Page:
In fact, personally, my main interest in reading about psychedelics has always been centered around their psychological, cultural and spiritual effects. Although I was born a decade too late, I have always been enthralled by the cultural movement of the 1960s: its exploration and expansion of consciousness through psychedelic drugs, and the effect these drugs had on the cultural and artistic expression of the time, and indeed their effect on the whole zeitgeist of the 1960s era. The cultural and social changes that were embryonic in the 1960s ended up profoundly transforming society and human culture, like for example the general shift to more liberal, tolerant and enlightened values we have witnessed.

    I am not of course suggesting that psychedelics like LSD were entirely responsible for the 1960s and its cultural movements, but I think psychedelics played an important role.

    In particular, I really loved the 1960s psychedelic and Eastern mysticism-fueled exploration of the outer reaches of the psyche, of consciousness and the human soul. That has always been my interest in psychedelics, for their exploratory potential (although as I mentioned, I was unfortunately generally too cowardly to take psychedelics myself).

    The Greek-derived word psychedelic means "mind manifesting", and I feel so much of the ethos of the 1960s revolves around a manifestation of mind, consciousness, and soul.


    By contrast, I find the inclinations and aspirations of society at present are a bit lacking in terms of its philosophical, ideological and spiritual dimensions. Society currently has become more machine-like, with less manifestation of mind and soul. At present, human activities and ambitions seem material, commercial and formulaic, like the commercial and formulaic musical dross pumped out by entertainment impresarios like Simon Cowell, or the bland commercial profit-driven films pumped out Hollywood over the last say 15 years.

    At the moment it is hard to find any intuition-derived artistic expression that carries a perceptive message or ideology. It is mostly formulaic entertainment, carrying little cultural meaning, and not offering much exploration of the mind, human character, or the human condition.

    In the 1960s and 70s, the activities of university students were often driven by all sorts of ideologies; nowadays students are mostly focused on personal financial reward (in part though out of necessity, since insidious factors such as high house prices make it hard to dedicate time and energy to anything else but material gain).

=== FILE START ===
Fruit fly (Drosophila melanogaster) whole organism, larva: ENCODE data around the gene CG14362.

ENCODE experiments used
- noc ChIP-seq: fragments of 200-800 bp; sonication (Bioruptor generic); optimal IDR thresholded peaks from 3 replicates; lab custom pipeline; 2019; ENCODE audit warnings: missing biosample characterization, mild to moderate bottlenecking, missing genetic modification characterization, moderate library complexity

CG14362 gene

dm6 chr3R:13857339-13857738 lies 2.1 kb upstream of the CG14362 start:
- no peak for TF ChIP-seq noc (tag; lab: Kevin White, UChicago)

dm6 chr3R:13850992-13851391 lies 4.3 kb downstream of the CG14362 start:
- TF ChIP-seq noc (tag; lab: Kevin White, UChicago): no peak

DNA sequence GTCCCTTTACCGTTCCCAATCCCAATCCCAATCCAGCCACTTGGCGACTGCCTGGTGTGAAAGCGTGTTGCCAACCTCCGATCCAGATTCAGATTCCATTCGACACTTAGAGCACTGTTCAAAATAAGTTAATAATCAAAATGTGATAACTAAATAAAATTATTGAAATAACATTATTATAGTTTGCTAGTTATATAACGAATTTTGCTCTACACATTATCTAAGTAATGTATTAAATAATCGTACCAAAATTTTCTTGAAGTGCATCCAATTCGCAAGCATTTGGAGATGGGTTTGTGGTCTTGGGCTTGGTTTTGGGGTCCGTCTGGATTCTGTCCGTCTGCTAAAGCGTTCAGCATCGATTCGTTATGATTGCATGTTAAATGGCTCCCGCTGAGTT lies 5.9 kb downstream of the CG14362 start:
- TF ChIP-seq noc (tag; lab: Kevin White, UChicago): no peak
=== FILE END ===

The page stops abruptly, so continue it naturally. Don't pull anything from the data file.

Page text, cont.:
There has also been a shift in human character and personality away from subjectivity: in the 1960s and 70s people were characters, each person an expression their individual mind — the subject himself was the center of his universe. In recent times, there has been a shift towards objectivity of character: these days mindset is much more determined by external objective fact and external requirement; political correctness is one of these modern objective requirements imposed on human character; not suggesting this is a bad thing, but it definitely thwarts subjectivity).

    Though with the current focus on materialism and factual objectivity, the world is doing well in terms of scientific and technological progress, including in medicine and the explosion of understanding of the human body and its metabolic pathways. I guess materialism is the zeitgeist of this age.



    Anyway, enough of this rambling. Going back to using DMT to treat ME/CFS: I am not disputing the profound effects the psychedelics can have on the psyche; it's just my hunch that in the case of ME/CFS, this effect on mind is not the basis for DMT's temporary amelioration of ME/CFS symptoms; my hunch is that the basis is immunological.

    One bit of suggestive evidence to support this hunch is the fact that these improvements in ME/CFS symptoms are temporary; since we agree that psychedelics can produce significant long-lasting shifts in the mind, if the benefits for ME/CFS came from these mental shifts, then you would expect these ME/CFS benefits would to also be long-lasting, not the temporary benefits that are reported.

    The trick is to get your hunches right about whether the cause of an illness like ME/CFS that has mental symptoms is psychological or physiological. A lot hangs on this.